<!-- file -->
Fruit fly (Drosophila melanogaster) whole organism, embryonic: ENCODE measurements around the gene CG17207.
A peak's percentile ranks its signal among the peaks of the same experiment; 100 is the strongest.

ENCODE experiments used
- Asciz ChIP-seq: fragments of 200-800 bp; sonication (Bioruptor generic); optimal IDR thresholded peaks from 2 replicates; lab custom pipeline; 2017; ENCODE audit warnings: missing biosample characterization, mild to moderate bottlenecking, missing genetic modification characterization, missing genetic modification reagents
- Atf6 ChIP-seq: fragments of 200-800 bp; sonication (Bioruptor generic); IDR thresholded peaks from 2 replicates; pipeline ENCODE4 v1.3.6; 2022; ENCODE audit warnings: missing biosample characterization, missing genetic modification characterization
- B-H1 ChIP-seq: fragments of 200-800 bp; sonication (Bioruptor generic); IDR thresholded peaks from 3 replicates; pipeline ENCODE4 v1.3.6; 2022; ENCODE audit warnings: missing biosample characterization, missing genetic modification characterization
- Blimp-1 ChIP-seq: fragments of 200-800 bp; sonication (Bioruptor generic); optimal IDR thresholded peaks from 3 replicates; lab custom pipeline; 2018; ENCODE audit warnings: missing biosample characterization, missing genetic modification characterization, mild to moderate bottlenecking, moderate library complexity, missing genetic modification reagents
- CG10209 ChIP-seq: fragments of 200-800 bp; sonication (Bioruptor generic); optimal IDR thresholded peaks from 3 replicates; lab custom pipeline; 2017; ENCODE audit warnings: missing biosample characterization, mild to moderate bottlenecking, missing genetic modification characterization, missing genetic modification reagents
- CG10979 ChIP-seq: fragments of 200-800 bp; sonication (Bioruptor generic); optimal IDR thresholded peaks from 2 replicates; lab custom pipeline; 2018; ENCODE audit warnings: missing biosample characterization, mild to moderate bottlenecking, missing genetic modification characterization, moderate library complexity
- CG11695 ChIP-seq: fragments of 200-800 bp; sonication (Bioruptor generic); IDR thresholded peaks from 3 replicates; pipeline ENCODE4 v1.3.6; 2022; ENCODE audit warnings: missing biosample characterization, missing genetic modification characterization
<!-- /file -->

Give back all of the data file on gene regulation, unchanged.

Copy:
Fruit fly (Drosophila melanogaster) whole organism, embryonic: ENCODE measurements around the gene CG17207.
A peak's percentile ranks its signal among the peaks of the same experiment; 100 is the strongest.

ENCODE experiments used
- Asciz ChIP-seq: fragments of 200-800 bp; sonication (Bioruptor generic); optimal IDR thresholded peaks from 2 replicates; lab custom pipeline; 2017; ENCODE audit warnings: missing biosample characterization, mild to moderate bottlenecking, missing genetic modification characterization, missing genetic modification reagents
- Atf6 ChIP-seq: fragments of 200-800 bp; sonication (Bioruptor generic); IDR thresholded peaks from 2 replicates; pipeline ENCODE4 v1.3.6; 2022; ENCODE audit warnings: missing biosample characterization, missing genetic modification characterization
- B-H1 ChIP-seq: fragments of 200-800 bp; sonication (Bioruptor generic); IDR thresholded peaks from 3 replicates; pipeline ENCODE4 v1.3.6; 2022; ENCODE audit warnings: missing biosample characterization, missing genetic modification characterization
- Blimp-1 ChIP-seq: fragments of 200-800 bp; sonication (Bioruptor generic); optimal IDR thresholded peaks from 3 replicates; lab custom pipeline; 2018; ENCODE audit warnings: missing biosample characterization, missing genetic modification characterization, mild to moderate bottlenecking, moderate library complexity, missing genetic modification reagents
- CG10209 ChIP-seq: fragments of 200-800 bp; sonication (Bioruptor generic); optimal IDR thresholded peaks from 3 replicates; lab custom pipeline; 2017; ENCODE audit warnings: missing biosample characterization, mild to moderate bottlenecking, missing genetic modification characterization, missing genetic modification reagents
- CG10979 ChIP-seq: fragments of 200-800 bp; sonication (Bioruptor generic); optimal IDR thresholded peaks from 2 replicates; lab custom pipeline; 2018; ENCODE audit warnings: missing biosample characterization, mild to moderate bottlenecking, missing genetic modification characterization, moderate library complexity
- CG11695 ChIP-seq: fragments of 200-800 bp; sonication (Bioruptor generic); IDR thresholded peaks from 3 replicates; pipeline ENCODE4 v1.3.6; 2022; ENCODE audit warnings: missing biosample characterization, missing genetic modification characterization